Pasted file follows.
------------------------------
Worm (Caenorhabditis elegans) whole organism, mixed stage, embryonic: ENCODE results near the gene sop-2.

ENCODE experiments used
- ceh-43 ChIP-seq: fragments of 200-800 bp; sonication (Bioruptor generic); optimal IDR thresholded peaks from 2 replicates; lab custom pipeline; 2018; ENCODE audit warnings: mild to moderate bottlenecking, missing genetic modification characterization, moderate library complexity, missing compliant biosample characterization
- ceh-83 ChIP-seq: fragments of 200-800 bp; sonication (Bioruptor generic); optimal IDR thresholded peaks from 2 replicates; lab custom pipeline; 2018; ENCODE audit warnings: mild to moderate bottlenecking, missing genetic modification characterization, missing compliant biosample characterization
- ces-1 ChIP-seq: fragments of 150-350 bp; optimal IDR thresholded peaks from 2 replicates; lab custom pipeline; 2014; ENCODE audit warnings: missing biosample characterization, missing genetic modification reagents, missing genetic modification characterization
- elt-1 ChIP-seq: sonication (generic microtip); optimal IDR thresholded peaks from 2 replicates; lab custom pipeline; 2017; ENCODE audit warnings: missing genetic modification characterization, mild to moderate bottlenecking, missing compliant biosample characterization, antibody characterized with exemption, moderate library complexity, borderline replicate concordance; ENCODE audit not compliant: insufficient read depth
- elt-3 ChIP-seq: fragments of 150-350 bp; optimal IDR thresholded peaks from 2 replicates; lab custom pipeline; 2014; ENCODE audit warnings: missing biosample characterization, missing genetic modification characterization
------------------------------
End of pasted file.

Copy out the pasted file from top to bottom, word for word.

Worm (Caenorhabditis elegans) whole organism, mixed stage, embryonic: ENCODE results near the gene sop-2.

ENCODE experiments used
- ceh-43 ChIP-seq: fragments of 200-800 bp; sonication (Bioruptor generic); optimal IDR thresholded peaks from 2 replicates; lab custom pipeline; 2018; ENCODE audit warnings: mild to moderate bottlenecking, missing genetic modification characterization, moderate library complexity, missing compliant biosample characterization
- ceh-83 ChIP-seq: fragments of 200-800 bp; sonication (Bioruptor generic); optimal IDR thresholded peaks from 2 replicates; lab custom pipeline; 2018; ENCODE audit warnings: mild to moderate bottlenecking, missing genetic modification characterization, missing compliant biosample characterization
- ces-1 ChIP-seq: fragments of 150-350 bp; optimal IDR thresholded peaks from 2 replicates; lab custom pipeline; 2014; ENCODE audit warnings: missing biosample characterization, missing genetic modification reagents, missing genetic modification characterization
- elt-1 ChIP-seq: sonication (generic microtip); optimal IDR thresholded peaks from 2 replicates; lab custom pipeline; 2017; ENCODE audit warnings: missing genetic modification characterization, mild to moderate bottlenecking, missing compliant biosample characterization, antibody characterized with exemption, moderate library complexity, borderline replicate concordance; ENCODE audit not compliant: insufficient read depth
- elt-3 ChIP-seq: fragments of 150-350 bp; optimal IDR thresholded peaks from 2 replicates; lab custom pipeline; 2014; ENCODE audit warnings: missing biosample characterization, missing genetic modification characterization